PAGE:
State of Minnesota, Respondent, vs. Justin Jeffrey Scharenbroich, Appellant

Annotate this Case
Download PDF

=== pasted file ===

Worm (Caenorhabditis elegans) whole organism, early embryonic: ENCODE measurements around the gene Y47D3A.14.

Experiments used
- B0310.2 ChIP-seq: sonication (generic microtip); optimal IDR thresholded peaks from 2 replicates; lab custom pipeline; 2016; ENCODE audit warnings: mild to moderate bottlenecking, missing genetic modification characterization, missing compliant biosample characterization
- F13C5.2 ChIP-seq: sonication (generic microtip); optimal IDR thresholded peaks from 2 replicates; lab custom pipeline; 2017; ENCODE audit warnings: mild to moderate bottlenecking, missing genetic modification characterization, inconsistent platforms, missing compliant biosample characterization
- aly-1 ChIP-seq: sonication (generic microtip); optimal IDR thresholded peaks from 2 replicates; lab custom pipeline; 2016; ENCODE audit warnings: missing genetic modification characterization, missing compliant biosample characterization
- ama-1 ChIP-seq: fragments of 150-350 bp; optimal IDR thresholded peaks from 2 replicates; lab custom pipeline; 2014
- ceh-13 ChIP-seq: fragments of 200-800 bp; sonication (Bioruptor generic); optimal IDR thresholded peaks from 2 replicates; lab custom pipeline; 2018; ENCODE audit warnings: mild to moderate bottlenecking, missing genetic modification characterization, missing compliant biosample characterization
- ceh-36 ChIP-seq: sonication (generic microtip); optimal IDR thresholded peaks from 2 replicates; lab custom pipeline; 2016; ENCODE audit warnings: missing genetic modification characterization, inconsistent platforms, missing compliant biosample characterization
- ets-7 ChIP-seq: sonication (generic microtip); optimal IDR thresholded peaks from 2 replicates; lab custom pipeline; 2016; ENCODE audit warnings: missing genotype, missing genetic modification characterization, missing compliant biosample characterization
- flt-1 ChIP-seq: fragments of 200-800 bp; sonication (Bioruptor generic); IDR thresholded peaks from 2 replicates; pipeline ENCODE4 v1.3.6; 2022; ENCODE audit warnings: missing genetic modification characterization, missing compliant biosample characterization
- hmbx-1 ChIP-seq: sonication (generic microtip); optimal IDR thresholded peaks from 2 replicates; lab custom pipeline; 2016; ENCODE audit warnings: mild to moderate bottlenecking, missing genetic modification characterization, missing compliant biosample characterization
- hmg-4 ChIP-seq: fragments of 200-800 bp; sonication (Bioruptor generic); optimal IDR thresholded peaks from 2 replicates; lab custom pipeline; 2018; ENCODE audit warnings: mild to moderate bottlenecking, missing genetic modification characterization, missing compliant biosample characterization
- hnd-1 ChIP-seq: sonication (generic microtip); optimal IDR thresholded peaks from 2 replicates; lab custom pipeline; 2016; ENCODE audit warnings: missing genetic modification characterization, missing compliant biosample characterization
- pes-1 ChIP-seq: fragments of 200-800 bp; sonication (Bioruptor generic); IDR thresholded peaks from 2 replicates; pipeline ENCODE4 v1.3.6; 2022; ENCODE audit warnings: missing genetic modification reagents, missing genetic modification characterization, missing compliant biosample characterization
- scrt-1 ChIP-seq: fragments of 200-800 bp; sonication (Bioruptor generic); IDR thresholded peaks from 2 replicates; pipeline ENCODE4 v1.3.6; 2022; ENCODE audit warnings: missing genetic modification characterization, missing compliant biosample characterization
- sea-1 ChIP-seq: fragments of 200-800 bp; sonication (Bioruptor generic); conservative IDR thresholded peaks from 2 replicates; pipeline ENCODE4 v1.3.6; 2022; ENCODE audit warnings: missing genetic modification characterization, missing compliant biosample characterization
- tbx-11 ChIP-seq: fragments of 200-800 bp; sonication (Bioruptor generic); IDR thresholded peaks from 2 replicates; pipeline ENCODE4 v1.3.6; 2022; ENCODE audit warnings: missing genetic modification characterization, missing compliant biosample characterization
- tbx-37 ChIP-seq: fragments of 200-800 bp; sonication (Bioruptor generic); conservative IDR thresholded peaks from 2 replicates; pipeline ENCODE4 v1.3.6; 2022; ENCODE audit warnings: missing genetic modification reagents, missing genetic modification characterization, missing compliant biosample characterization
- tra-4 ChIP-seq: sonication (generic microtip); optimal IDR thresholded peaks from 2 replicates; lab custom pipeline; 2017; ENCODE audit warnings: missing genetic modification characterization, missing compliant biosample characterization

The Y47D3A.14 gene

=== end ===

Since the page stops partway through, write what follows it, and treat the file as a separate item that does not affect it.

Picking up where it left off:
This opinion will be unpublished and may not be cited except as provided by Minn. Stat. § 480A.08, subd. 3 (2016). STATE OF MINNESOTA IN COURT OF APPEALS A16-1861 State of Minnesota, Respondent, vs. Justin Jeffrey Scharenbroich, Appellant Filed October 2, 2017 Affirmed Worke, Judge Washington County District Court File No. 82-CR-15-4670 Lori Swanson, Attorney General, St. Paul, Minnesota; and David T. Magnuson, Stillwater City Attorney, Amanda K. Drew, Assistant City Attorney, Stillwater, Minnesota (for respondent) Cathryn Middlebrook, Chief Appellate Public Defender, John Donovan, Assistant Public Defender, St. Paul, Minnesota (for appellant) Considered and decided by Worke, Presiding Judge; Larkin, Judge; and Klaphake, Judge.* * Retired judge of the Minnesota Court of Appeals, serving by appointment pursuant to Minn. Const. art. VI, § 10. UNPUBLISHED OPINION WORKE, Judge Appellant argues that the evidence is insufficient to support his conviction of obstructing legal process and that the district court abused its discretion by failing to sanitize impeachment evidence of a prior conviction. We affirm. FACTS On October 31, 2015, at approximately 10:45 a.m., Officers Jason Sutherland and Paul Stenglein were dispatched to a residence to arrest appellant Justin Jeffrey Scharenbroich on a felony warrant. Officer Stenglein went to the front of the house and Officer Sutherland went to the rear. After Officer Stenglein knocked on the front door and received no response, he called the homeowner and asked if Scharenbroich was in the residence. The homeowner replied that Scharenbroich was in the residence and agreed to bring Scharenbroich outside through the front door. Officer Sutherland then saw Scharenbroich exit a back door. Officer Sutherland yelled: “Stop, police! You’re under arrest.” Scharenbroich started running in one direction, then switched and ran in a different direction, and then ran past Officer Sutherland as fast as he could. Officer Sutherland again yelled, “Stop, police! You’re under arrest.” Scharenbroich continued running. Hearing Officer Sutherland yelling, Officer Stenglein ran to the rear of the house. Officer Stenglein saw Scharenbroich running quickly “looking to get away,” and yelled, “Stop, police!” Officer Stenglein grabbed Scharenbroich’s wrist and did a leg sweep, which brought Scharenbroich to the ground. The officers “tackled [Scharenbroich] . . . 2 [and] attempted to put handcuffs on him.” Scharenbroich “[s]truggled a bit” and did not comply with giving the officers his hands. Scharenbroich “kind of tensed up, almost like he still wanted to get away . . . he kept kind of moving forward and trying to crawl a little bit forward.” When Officer Stenglein put Scharenbroich into an arm restraint, Scharenbroich said, “‘Okay, okay, I give up.’” A jury found Scharenbroich guilty of fleeing a police officer on foot and obstructing legal process. The district court sentenced Scharenbroich on the fleeing conviction to 90 days in jail, but stayed 50 of those days for one year. This appeal followed. DECISION Sufficiency of the evidence Scharenbroich first argues that the evidence was insufficient for the jury to find him guilty of obstructing legal process because he did not substantially hinder the officers. In reviewing a sufficiency-of-the-evidence challenge, this court reviews the record “to determine whether the evidence, when viewed in a light most favorable to the conviction, was sufficient to permit the jur[y] to reach the verdict [that it] did.” State v. Webb, 440 N.W.2d 426, 430 (Minn. 1989). This court will not disturb the verdict if the jury, acting with due regard for the presumption of innocence and the requirement of proof beyond a reasonable doubt, could reasonably conclude that the defendant was guilty of the charged offenses. State v. Alton, 432 N.W.2d 754, 756 (Minn. 1988). This court assumes that the “jury believed the state’s witnesses and disbelieved any evidence to the contrary.” State v. Moore, 438 N.W.2d 101, 108 (Minn. 1989); see also State v. Pieschke, 295 N.W.2d 3 580, 584 (Minn. 1980) (stating that “weighing the credibility of witnesses is the exclusive function of the jury”). The jury found Scharenbroich guilty of obstructing legal process, in violation of Minn. Stat. § 609.50, subd. 1(2) (2014). This means that the jury found that Scharenbroich intentionally “obstruct[ed], resist[ed], or interfere[d] with a peace officer while the officer [wa]s engaged in the performance of official duties.” Minn. Stat. § 609.50, subd. 1(2). Scharenbroich claims that the evidence failed to show that he “substantially frustrated or hindered the deputies’ attempt to arrest him.” Scharenbroich cites State v. Krawsky, which analyzed the constitutionality of section 609.50. 426 N.W.2d 875, 877 (Minn. 1988). The supreme court in Krawsky held that the statute was not unconstitutionally vague because it “clearly prohibits only intentional physical obstruction or interference with a peace officer in the performance of his duties.” Id. at 878. Scharenbroich cites from Krawsky that “physically obstructing or interfering with a police officer involves not merely interrupting an officer but substantially frustrating or hindering the officer in the performance of his duties,” id. at 877, and asserts that his actions did not rise to this level of substantially frustrating or hindering. But the Krawsky court recognized the “wide variety of circumstances” and conduct that could legitimately fall under section 609.50. Id. at 878. This indicates the fact-specific nature of the analysis and also the deference to be given to a jury in finding whether the alleged conduct is the kind proscribed by the statute. Here, Scharenbroich ran when officers attempted to arrest him. The officers yelled at least three times for Scharenbroich to stop, but he ran away from them as fast as he could 4 “looking to get away.” The officers eventually “tackled [Scharenbroich] . . . [and] attempted to put handcuffs on him,” but Scharenbroich “[s]truggled a bit” and “wouldn’t give [the officers] his hands.” Scharenbroich “tensed up, almost like he still wanted to get away . . . he kept kind of moving forward and trying to crawl a little bit forward.” These facts support the jury finding that Scharenbroich intentionally “obstruct[ed], resist[ed], or interfere[d] with a peace officer while the officer [wa]s engaged in the performance of official duties.” See Minn. Stat. § 609.50, subd. 1(2). Scharenbroich claims that the officers’ testimony supports his claim that his noncompliance did not rise to the level of “substantially frustrating or hindering” the officers’ attempt to handcuff him because they admitted that it took only 5-10 seconds to handcuff him, at which point he complied with further commands. But the short length of the struggle does not eliminate the existence of the struggle. Scharenbroich ran away as fast as he could, he ignored at least three verbal commands to stop, he had to be “tackled,” he struggled, he would not give the officers his hands, and he tensed up and crawled forward to get away. The evidence sufficiently supports the jury’s verdict that Scharenbroich intentionally resisted and interfered with the officers while they attempted to arrest him on a felony warrant. See id. Evidence of prior conviction Scharenbroich also argues that the district court abused its discretion by failing to sanitize impeachment evidence of a prior felony conviction. This court reviews the district court’s decision about whether a witness can be impeached by evidence of a prior conviction for an abuse of discretion. State v. Hill, 801 5 N.W.2d 646, 651 (Minn. 2011). The scope of impeachment cross-examination is left largely to the discretion of the district court. State v. Norgaard, 272 Minn. 48, 51, 136 N.W.2d 628, 631 (1965). Scharenbroich has the burden of showing that the district court improperly admitted the evidence and that he was prejudiced as a result. See State v. Ness, 707 N.W.2d 676, 685 (Minn. 2006). This court will reverse the conviction only if the district court’s erroneous admission of evidence substantially influenced the jury’s decision. State v. Jackson, 770 N.W.2d 470, 482 (Minn. 2009). For the purpose of attacking the credibility of a witness, evidence that the witness has been convicted of a crime shall be admitted only if the crime (1) was punishable by death or imprisonment in excess of one year under the law under which the witness was convicted, and the court determines that the probative value of admitting this evidence outweighs its prejudicial effect, or (2) involved dishonesty or false statement, regardless of the punishment. Minn. R. Evid. 609(a). Scharenbroich concedes that the district court correctly determined that his 2014 felony conviction for obtaining a controlled substance by fraud was a crime of dishonesty admissible under rule 609(a)(2). Scharenbroich argues, however, that the district court “appears to have believed that because the crime was one of dishonesty, it could not sanitize the conviction.” Scharenbroich fails to show how the district court failed to sanitize the evidence of his prior felony conviction. “[I]mpeaching cross-examination of an accused must be limited to the fact of conviction, the nature of the offense, and the identity of [the] defendant.” State v. Williams, 297 Minn. 76, 84, 210 N.W.2d 21, 25 (1973). The district court recognized this limitation. Prior to Scharenbroich testifying, the state indicated that it intended to ask Scharenbroich 6 “whether he was convicted of a felony in 2014 for obtaining a controlled substance by fraud.” After reviewing a copy of the complaint from the prior conviction, the district court stated that the conviction “fits squarely within the dishonesty part of the ability to impeach. And I’m going to let the [s]tate impeach with the question that [the prosecutor] tendered to the [c]ourt about this conviction.” On direct examination, Scharenbroich’s attorney asked him, “you have a felony conviction for a fifth-degree controlled substance offense; is that correct?” Scharenbroich stated that was correct and that it occurred in 2014. On cross-examination, the following occurred between Scharenbroich and the prosecutor: Q: A: Q: A: Q: A: Mr. Scharenbroich, you were convicted in 2014 of a felony drug offense. True? Um, yes. And specifically, that offense was for obtaining a controlled substance by fraud? I pled guilty to a controlled substance [offense]. Yes. For obtaining a controlled substance by fraud. That was the specific offense? Yes. The evidence presented to the jury includes: Scharenbroich was convicted in 2014 of a felony drug offense—specifically, obtaining a controlled substance by fraud. See Williams, 297 Minn. at 84, 210 N.W.2d at 25 (“[I]mpeaching cross-examination of an accused must be limited to the fact of conviction, the nature of the offense, and the identity of [the] defendant.”). There was nothing improper presented to the jury. In fact, Scharenbroich’s attorney asked him if he had “a felony conviction for a fifth-degree controlled substance offense” from 2014; thus, the only additional information the jury heard on cross-examination was that Scharenbroich’s prior conviction involved fraud. 7 Additionally, prior to the state asking Scharenbroich about his prior conviction, the district court gave the jury a cautionary instruction: You’ve heard a little bit about this already on his direct testimony, but in deciding believability and weight to be given the testimony of a witness, you may consider evidence that the witness has been convicted of a crime. You may consider whether the kind of crime committed indicates a likelihood that the witness is telling, or not telling, the truth. In the case of [Scharenbroich], you must be especially careful to consider any previous conviction, only as it may [a]ffect the weight of [his] testimony. You must not consider any previous conviction as evidence of guilt of the offenses for which [Scharenbroich is] being tried today. This court “presume[s] that juries follow instructions given by the [district] court.” State v. Matthews, 779 N.W.2d 543, 550 (Minn. 2010). Because the prosecutor appropriately limited the scope of cross-examination on the impeachment evidence, and the district court gave the jury a cautionary instruction, the district court did not abuse its discretion by permitting the state to impeach Scharenbroich with a prior felony conviction. Affirmed. 8